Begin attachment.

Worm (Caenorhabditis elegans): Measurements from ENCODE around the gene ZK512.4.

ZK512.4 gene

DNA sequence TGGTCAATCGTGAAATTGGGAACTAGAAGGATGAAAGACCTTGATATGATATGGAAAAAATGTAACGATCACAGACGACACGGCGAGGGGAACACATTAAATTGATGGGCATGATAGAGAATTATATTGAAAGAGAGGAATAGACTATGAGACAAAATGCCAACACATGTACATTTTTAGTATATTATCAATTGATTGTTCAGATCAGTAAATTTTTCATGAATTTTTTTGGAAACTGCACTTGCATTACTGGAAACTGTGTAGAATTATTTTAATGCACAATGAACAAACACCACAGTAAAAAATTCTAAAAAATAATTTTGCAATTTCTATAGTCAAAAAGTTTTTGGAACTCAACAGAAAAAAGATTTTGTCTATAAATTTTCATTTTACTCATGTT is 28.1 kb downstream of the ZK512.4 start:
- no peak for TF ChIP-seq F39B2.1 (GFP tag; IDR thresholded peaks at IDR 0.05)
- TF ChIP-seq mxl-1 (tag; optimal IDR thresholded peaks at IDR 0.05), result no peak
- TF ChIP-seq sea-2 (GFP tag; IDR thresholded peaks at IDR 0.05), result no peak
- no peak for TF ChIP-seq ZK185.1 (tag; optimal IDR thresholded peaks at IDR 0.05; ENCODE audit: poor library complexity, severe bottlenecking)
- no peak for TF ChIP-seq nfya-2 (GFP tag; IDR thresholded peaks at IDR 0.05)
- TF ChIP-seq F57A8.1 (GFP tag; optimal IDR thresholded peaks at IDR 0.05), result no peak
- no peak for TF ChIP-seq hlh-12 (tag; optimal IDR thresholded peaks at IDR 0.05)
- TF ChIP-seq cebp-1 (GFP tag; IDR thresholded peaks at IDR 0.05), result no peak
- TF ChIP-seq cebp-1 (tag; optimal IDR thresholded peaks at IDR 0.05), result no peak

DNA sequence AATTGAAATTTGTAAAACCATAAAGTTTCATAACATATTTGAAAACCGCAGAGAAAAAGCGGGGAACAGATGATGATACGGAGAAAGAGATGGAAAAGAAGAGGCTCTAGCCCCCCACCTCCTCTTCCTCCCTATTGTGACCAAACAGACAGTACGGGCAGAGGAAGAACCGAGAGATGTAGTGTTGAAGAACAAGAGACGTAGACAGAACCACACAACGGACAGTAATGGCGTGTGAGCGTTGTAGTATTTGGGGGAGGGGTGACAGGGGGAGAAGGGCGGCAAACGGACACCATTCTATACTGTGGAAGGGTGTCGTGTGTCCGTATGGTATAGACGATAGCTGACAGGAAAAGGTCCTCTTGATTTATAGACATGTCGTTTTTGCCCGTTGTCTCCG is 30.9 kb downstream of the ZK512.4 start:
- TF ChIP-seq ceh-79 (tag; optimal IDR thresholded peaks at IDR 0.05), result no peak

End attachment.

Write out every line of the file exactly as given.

Worm (Caenorhabditis elegans): Measurements from ENCODE around the gene ZK512.4.

ZK512.4 gene

DNA sequence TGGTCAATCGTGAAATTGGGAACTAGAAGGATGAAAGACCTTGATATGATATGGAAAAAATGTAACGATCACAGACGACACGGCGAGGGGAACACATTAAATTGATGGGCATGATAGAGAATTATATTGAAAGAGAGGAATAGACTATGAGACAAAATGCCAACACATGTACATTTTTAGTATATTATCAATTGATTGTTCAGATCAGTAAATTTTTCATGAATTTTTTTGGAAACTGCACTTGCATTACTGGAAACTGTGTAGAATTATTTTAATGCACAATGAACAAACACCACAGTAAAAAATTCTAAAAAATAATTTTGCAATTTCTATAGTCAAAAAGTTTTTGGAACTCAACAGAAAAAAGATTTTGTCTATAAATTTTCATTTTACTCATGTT is 28.1 kb downstream of the ZK512.4 start:
- no peak for TF ChIP-seq F39B2.1 (GFP tag; IDR thresholded peaks at IDR 0.05)
- TF ChIP-seq mxl-1 (tag; optimal IDR thresholded peaks at IDR 0.05), result no peak
- TF ChIP-seq sea-2 (GFP tag; IDR thresholded peaks at IDR 0.05), result no peak
- no peak for TF ChIP-seq ZK185.1 (tag; optimal IDR thresholded peaks at IDR 0.05; ENCODE audit: poor library complexity, severe bottlenecking)
- no peak for TF ChIP-seq nfya-2 (GFP tag; IDR thresholded peaks at IDR 0.05)
- TF ChIP-seq F57A8.1 (GFP tag; optimal IDR thresholded peaks at IDR 0.05), result no peak
- no peak for TF ChIP-seq hlh-12 (tag; optimal IDR thresholded peaks at IDR 0.05)
- TF ChIP-seq cebp-1 (GFP tag; IDR thresholded peaks at IDR 0.05), result no peak
- TF ChIP-seq cebp-1 (tag; optimal IDR thresholded peaks at IDR 0.05), result no peak

DNA sequence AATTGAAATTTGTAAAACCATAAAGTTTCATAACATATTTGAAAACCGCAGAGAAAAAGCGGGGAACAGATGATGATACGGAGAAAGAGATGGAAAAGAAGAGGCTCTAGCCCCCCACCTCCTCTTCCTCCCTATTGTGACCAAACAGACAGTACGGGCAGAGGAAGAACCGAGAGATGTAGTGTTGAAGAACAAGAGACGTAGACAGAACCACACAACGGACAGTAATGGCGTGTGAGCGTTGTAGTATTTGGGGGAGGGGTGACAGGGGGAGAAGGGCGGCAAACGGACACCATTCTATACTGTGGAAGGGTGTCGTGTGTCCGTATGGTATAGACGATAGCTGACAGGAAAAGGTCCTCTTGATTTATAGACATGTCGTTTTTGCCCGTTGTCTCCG is 30.9 kb downstream of the ZK512.4 start:
- TF ChIP-seq ceh-79 (tag; optimal IDR thresholded peaks at IDR 0.05), result no peak